Bugs (Blue bug, cotton lygus, cotton seed bug)
Other bugs feeding on cotton include blue bugs and cotton lygus and the cotton seed bug.
Blue bugs (Calidea degrii, Calidea bohemani)
The adults are large bugs, 8 to 17 mm long by 4-8 mm broad, and strikingly coloured, with red or orange underneath and the upper surface bright metallic blue or green with black spots. They suck the seeds of unopened bolls causing staining of the cotton lint in a similar way as stainer bugs; as a result the development ceases and the boll aborts.
Blue bugs seldom breed on cotton. They usually invade cotton when the bolls are well formed, from other host plants, for instance sorghum, sunflower, castor and many wild hosts such as crotalaria and hibiscus.
Cotton lygus (Taylorilygus vosseleri)
The adult bugs are up to 5 mm long and pale green to light brown in colour. The nymphs are green. Adults and nymphs prefer to suck young leaf buds, flower buds and bolls. The toxic saliva causes the flower buds to turn yellow and drop off. Leaves, which have been attacked in the bud stage, later show a ragged appearance with many irregular holes. The cotton lygus is an early season pest.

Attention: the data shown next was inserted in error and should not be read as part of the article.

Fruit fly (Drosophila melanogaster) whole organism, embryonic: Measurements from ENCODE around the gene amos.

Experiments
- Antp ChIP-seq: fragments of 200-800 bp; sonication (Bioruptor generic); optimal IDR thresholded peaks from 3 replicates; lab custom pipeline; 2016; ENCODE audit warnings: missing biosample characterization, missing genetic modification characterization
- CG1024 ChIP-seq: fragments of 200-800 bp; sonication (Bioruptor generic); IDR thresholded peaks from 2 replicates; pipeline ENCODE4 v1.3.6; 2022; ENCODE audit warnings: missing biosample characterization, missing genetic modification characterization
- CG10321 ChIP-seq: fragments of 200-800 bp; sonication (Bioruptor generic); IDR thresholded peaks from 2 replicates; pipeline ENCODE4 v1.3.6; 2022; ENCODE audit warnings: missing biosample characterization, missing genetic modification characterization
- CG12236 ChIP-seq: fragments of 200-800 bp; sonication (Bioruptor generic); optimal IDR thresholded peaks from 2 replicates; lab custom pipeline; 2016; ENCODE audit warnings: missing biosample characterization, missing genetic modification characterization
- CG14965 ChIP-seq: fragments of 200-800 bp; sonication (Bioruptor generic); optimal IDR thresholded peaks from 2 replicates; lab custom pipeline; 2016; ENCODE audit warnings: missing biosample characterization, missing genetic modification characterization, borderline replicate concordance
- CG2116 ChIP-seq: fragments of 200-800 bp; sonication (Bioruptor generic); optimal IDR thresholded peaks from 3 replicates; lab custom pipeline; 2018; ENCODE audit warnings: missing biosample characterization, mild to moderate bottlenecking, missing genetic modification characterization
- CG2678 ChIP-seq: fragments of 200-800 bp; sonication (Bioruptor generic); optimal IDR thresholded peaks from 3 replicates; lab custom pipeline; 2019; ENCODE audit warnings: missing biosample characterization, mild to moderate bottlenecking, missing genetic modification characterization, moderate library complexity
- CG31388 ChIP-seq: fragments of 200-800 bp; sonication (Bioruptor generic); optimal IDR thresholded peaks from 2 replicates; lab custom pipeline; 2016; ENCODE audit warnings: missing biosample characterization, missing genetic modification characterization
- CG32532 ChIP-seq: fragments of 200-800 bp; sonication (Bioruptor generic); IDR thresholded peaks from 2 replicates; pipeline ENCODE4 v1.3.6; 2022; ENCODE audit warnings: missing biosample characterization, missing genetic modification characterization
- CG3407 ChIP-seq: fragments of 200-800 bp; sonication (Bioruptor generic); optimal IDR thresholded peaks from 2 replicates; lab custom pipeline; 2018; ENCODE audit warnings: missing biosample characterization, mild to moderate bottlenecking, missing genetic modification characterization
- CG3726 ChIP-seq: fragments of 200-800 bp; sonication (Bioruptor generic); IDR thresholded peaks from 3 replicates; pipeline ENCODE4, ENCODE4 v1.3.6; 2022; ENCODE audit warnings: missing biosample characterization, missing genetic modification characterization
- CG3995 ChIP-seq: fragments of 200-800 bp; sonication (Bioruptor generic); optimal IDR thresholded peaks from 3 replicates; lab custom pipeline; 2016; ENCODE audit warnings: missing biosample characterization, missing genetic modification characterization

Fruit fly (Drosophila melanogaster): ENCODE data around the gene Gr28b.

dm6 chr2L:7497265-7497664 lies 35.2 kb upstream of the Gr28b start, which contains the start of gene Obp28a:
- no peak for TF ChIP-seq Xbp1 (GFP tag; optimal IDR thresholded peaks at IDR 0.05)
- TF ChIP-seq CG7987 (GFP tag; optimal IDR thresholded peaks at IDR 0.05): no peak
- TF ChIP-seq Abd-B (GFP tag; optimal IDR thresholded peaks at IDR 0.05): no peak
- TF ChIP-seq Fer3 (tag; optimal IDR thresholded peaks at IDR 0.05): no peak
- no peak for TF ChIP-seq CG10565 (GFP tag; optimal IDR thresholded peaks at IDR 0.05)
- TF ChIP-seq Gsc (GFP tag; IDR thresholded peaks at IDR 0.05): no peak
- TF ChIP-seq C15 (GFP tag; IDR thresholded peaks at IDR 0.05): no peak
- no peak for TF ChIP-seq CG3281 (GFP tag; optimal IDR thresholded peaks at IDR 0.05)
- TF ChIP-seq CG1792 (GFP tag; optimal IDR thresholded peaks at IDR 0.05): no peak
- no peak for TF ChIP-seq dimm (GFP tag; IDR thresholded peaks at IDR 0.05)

Cotton seed bug (Oxycarenus hyalinipennis)
These bugs are small (4 to 6 mm) and blackish in colour. Their wings are transparent. They attack open or damaged pods mainly at the end of the growing season. It is a late season pest, which mainly appears when the bolls have opened. Nymphs and adults suck the seeds. Feeding by large numbers of bugs reduces considerably the germination rate, seed weight and oil quality. The lint is not affected.
- Bugs, in particular adults are difficult to control since they can readily move from neighbouring crops or wild plants into the cotton crop.
- Natural enemies are important in the control of bugs; the most important are parasitic wasps attacking bug eggs; ants, which feed on eggs and nymphs; and various predacious bugs, spiders, birds and parasitic flies.
- If heavy outbreaks of the cottonseed bug occur, the cotton should be picked as soon as the cotton bolls mature.
- Neem products reportedly reduce feeding by some bugs.
- Since bugs are late season pests early sowing and picking is recommended to reduce bug attack.
- Tanzania: pyrethrum formulation with black wattle extract as UV light stabiliser